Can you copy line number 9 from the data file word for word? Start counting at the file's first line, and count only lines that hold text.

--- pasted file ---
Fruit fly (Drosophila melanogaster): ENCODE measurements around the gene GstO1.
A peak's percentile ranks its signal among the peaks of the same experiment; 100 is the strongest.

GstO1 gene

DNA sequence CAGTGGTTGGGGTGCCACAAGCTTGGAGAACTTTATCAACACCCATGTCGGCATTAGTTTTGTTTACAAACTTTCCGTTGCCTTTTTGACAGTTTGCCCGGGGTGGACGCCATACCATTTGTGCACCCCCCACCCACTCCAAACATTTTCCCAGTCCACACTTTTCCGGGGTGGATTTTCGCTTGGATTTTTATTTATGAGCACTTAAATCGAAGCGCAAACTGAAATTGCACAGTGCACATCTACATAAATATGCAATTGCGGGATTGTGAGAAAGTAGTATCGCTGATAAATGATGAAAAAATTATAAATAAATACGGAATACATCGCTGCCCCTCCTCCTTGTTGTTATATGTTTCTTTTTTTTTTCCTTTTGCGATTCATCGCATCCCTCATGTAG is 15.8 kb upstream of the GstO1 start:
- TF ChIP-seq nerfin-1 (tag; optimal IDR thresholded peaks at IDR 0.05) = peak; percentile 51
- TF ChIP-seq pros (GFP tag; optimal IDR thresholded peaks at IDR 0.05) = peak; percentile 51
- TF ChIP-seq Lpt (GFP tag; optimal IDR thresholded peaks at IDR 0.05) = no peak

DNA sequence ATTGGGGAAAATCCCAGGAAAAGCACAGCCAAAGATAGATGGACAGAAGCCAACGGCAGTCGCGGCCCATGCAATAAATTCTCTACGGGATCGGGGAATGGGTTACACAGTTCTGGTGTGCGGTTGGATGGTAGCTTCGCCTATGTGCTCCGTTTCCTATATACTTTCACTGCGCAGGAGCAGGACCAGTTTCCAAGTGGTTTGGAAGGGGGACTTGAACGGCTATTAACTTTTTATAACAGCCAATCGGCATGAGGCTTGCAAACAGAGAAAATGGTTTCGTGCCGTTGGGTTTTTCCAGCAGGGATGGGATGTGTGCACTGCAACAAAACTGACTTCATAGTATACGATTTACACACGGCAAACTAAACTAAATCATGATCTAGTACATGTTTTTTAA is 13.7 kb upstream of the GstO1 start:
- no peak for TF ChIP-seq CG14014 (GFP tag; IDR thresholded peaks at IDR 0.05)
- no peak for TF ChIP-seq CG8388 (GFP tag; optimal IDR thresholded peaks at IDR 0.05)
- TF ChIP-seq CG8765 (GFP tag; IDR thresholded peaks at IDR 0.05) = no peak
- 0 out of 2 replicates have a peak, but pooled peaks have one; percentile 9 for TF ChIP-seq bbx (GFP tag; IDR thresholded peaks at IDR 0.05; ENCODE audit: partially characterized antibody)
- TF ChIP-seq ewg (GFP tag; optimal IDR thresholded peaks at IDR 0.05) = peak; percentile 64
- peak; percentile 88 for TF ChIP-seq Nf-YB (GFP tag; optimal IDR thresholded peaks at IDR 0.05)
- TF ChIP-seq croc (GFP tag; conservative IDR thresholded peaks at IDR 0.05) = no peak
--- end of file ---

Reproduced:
- no peak for TF ChIP-seq CG14014 (GFP tag; IDR thresholded peaks at IDR 0.05)